How Fuel-Efficient Are Your Tires?


I just got a screaming deal on a 1999 Land Cruiser. The only problem is that it could have illegal tires.

The truck isn’t a daily driver, but will handle all towing duties and be called upon for those rare instances when my family of six is all together and needs to go to the same location. It’s also in great shape, runs strong, has a comfortable interior, and came wearing mostly new Hankook DynaPro off-road tires. They are chunky, have a beefy tread, and can take the Land Cruiser anywhere I want to drive it.

Of course, that’ll mostly consist of highways and paved back roads, which might make the tires slight overkill for what I need.

Plus, they could become illegal.

An article at Car and Driver recently investigated the possibility that the U.S. government might ban some tires because they aren’t fuel efficient.

The FAST Act, signed into law by President Obama in December 2015, is a five-year transportation bill that, among many things, directs the National Highway Traffic Safety Administration to set minimum standards for tire rolling resistance by the end of 2017. It will attempt to mirror tire regulations adopted by the European Union in 2012, which mandated thresholds for rolling resistance, wet traction, and even noise. This ignites a very reasonable suspicion. Will low-grip tires with “eco” labels on the sidewall—some of which are already fitted as original equipment on efficiency-minded mainstream cars today—come to ruin all cars, especially sports cars?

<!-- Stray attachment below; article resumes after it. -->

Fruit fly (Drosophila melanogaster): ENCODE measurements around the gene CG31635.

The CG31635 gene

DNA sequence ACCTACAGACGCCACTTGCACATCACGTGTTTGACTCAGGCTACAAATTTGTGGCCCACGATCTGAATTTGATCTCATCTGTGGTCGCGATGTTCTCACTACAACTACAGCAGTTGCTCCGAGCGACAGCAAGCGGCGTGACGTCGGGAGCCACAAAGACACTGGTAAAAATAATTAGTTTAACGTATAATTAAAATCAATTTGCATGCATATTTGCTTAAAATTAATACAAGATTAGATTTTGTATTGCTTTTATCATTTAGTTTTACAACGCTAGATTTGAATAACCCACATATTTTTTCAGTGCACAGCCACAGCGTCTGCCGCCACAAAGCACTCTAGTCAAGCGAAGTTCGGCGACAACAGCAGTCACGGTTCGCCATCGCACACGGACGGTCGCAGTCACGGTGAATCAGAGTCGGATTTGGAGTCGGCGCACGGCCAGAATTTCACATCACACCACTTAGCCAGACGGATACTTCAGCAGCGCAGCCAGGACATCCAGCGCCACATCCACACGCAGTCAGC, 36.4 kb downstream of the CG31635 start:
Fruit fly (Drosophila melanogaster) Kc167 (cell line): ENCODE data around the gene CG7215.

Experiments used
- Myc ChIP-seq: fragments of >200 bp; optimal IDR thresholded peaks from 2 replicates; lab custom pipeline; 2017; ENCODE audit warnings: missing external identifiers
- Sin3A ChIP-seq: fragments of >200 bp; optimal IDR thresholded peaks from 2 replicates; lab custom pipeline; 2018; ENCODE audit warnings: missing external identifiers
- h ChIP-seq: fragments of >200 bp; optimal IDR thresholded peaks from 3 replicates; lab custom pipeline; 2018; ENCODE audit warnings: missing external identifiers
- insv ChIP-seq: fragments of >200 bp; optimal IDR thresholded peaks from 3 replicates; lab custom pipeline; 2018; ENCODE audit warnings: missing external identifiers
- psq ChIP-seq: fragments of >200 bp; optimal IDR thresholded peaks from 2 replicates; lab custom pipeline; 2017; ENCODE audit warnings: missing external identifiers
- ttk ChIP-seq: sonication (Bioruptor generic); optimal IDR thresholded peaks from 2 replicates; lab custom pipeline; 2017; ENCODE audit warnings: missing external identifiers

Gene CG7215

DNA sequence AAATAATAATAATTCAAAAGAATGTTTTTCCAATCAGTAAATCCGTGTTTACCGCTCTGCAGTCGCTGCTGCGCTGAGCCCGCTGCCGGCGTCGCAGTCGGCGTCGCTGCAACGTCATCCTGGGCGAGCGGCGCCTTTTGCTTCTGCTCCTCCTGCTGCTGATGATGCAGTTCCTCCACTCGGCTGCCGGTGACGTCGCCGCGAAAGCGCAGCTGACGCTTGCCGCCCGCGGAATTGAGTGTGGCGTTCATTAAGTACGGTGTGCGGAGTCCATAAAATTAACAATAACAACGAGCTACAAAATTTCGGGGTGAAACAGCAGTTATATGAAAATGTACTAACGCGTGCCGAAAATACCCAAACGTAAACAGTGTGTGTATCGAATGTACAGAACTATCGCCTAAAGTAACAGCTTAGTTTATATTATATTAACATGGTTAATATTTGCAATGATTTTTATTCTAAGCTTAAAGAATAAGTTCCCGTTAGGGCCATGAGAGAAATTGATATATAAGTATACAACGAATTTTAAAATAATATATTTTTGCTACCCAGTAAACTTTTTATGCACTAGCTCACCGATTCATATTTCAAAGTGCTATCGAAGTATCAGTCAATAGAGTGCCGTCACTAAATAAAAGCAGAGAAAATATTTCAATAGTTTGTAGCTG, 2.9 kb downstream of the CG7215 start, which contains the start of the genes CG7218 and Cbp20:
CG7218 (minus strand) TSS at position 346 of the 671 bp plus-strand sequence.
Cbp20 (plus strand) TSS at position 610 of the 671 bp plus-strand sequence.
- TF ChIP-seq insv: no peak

Tires play more of a role in fuel efficiency than most people might realize. A 2012 study said, “No less than one-third of a car’s fuel consumption is spent in overcoming friction, and this friction loss has a direct impact on both fuel consumption and emissions.”

Even a small reduction in resistance can make a significant difference in fuel economy and emissions, especially considering the sheer amount of tires on the road in this country. Banning fuel-thirsty tires might make sense when looking at it that way, but the idea is sure to anger plenty of folks who appreciate having a choice in what kind of tread they use on their wheels.

Should non fuel-efficient tires be banned in the United States?


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